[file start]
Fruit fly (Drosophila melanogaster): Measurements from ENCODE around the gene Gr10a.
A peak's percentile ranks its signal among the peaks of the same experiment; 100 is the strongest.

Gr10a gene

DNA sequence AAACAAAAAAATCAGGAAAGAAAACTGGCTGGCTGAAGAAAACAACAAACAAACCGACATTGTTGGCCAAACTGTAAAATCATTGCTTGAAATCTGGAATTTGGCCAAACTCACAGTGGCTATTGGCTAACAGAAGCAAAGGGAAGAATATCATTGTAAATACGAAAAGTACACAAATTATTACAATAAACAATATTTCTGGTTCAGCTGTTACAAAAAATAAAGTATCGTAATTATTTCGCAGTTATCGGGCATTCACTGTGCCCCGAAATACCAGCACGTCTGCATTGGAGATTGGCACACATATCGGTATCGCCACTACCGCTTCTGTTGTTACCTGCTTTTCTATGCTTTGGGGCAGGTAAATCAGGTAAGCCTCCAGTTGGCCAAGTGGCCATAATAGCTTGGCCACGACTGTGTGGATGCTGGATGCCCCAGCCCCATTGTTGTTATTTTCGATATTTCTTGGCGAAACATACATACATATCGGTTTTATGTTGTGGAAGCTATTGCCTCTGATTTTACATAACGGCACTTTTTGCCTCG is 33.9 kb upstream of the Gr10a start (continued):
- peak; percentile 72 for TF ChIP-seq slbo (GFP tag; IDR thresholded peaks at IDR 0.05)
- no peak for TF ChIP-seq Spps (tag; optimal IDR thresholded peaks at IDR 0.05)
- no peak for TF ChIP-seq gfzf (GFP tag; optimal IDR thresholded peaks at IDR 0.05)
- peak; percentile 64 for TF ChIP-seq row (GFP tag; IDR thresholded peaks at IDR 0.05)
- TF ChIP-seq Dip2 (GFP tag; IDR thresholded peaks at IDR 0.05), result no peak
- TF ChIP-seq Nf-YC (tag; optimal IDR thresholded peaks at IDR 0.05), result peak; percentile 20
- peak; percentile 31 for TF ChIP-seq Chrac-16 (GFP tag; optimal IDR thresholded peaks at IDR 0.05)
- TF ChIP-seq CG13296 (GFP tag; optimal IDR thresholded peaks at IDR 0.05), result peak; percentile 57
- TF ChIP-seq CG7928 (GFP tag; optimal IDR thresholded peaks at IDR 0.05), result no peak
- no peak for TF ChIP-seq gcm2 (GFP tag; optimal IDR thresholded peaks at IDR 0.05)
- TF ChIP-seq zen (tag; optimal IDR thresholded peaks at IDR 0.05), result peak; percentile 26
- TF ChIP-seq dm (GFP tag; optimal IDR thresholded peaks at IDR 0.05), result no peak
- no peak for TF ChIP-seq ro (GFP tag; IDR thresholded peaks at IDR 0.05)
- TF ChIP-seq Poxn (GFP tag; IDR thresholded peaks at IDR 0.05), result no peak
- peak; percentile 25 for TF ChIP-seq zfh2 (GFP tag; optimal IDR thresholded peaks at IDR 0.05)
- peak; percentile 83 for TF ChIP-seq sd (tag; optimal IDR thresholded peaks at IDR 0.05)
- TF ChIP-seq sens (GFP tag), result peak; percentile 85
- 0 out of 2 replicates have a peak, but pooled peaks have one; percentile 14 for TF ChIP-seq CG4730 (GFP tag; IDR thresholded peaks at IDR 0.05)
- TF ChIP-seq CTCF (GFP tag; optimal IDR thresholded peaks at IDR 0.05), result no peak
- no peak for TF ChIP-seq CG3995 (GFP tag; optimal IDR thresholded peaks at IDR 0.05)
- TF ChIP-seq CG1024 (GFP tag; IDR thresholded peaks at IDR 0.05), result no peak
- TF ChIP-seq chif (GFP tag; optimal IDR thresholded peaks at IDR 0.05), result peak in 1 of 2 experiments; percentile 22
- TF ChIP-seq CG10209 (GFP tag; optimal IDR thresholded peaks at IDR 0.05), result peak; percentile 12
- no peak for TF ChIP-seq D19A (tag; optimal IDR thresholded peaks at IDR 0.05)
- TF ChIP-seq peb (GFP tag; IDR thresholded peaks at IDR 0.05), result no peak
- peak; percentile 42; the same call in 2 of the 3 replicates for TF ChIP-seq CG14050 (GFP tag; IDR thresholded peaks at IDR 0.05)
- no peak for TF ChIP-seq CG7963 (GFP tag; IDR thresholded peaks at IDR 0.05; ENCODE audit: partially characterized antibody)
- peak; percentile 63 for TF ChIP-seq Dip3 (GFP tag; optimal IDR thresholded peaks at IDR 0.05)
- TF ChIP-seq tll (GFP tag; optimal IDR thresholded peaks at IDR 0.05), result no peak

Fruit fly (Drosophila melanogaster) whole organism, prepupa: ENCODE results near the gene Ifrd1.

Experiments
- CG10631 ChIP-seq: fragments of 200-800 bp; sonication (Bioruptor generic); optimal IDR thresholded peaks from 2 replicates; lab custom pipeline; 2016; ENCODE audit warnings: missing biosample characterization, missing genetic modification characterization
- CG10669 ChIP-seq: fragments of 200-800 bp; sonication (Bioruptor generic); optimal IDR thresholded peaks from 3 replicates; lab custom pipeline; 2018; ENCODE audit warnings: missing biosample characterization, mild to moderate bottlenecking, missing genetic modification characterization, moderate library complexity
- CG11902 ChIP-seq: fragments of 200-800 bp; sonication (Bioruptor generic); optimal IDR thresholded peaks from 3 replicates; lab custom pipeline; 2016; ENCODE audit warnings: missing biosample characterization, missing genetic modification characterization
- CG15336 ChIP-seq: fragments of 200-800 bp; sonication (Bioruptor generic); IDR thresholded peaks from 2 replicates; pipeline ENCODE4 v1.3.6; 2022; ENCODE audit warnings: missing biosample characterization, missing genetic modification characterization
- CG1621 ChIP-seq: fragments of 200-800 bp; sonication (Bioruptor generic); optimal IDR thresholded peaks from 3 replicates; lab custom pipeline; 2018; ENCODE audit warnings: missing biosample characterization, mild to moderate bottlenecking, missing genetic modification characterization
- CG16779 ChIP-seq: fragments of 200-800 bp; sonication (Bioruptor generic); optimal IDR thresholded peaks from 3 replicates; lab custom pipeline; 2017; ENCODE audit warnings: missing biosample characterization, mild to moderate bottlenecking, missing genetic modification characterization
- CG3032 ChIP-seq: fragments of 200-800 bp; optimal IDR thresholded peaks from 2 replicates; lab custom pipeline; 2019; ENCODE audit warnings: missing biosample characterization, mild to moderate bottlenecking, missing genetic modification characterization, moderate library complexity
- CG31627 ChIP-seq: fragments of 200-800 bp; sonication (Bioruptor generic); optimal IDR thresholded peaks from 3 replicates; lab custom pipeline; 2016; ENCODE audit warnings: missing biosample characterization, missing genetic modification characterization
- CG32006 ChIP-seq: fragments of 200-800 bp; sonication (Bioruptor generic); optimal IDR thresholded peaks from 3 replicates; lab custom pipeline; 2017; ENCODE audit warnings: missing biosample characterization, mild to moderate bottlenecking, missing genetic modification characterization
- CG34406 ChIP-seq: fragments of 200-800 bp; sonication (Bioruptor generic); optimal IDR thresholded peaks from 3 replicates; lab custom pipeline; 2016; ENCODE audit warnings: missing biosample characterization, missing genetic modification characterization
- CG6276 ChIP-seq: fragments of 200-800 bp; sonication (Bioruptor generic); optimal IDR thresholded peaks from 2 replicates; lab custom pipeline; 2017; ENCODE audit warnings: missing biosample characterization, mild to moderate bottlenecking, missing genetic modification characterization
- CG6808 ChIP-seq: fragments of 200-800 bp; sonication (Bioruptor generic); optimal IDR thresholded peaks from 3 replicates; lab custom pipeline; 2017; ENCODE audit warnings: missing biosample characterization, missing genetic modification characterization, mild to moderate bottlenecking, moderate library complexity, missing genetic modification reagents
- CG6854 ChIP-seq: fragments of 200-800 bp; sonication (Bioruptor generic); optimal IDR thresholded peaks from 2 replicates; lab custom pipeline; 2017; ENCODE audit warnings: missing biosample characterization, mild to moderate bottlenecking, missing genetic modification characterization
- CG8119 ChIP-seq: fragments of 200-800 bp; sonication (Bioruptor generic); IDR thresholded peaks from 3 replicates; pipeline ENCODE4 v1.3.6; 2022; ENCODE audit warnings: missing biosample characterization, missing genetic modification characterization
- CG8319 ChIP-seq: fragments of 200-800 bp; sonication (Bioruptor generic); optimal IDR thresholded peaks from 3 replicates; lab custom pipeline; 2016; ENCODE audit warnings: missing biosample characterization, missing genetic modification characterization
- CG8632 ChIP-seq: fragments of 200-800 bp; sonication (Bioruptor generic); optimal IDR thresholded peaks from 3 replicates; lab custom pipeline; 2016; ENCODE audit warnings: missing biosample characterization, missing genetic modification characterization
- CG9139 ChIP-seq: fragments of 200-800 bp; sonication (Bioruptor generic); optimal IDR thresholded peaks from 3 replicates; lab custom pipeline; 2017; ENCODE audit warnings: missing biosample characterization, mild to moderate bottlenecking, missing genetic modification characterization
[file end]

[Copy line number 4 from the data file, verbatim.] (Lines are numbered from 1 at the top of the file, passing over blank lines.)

DNA sequence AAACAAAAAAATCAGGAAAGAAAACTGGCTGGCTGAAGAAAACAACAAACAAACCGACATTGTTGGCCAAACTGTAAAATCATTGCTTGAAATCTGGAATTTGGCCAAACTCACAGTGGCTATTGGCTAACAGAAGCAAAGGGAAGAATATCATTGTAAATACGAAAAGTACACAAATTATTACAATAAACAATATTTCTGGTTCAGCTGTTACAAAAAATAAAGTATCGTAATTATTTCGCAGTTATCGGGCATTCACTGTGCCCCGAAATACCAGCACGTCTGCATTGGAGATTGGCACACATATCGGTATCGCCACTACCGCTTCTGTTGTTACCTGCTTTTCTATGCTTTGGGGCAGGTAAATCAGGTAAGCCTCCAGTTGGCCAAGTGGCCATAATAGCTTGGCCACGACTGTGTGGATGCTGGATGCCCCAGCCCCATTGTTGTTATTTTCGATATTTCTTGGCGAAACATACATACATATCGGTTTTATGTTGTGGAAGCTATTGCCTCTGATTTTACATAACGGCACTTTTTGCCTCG is 33.9 kb upstream of the Gr10a start (continued):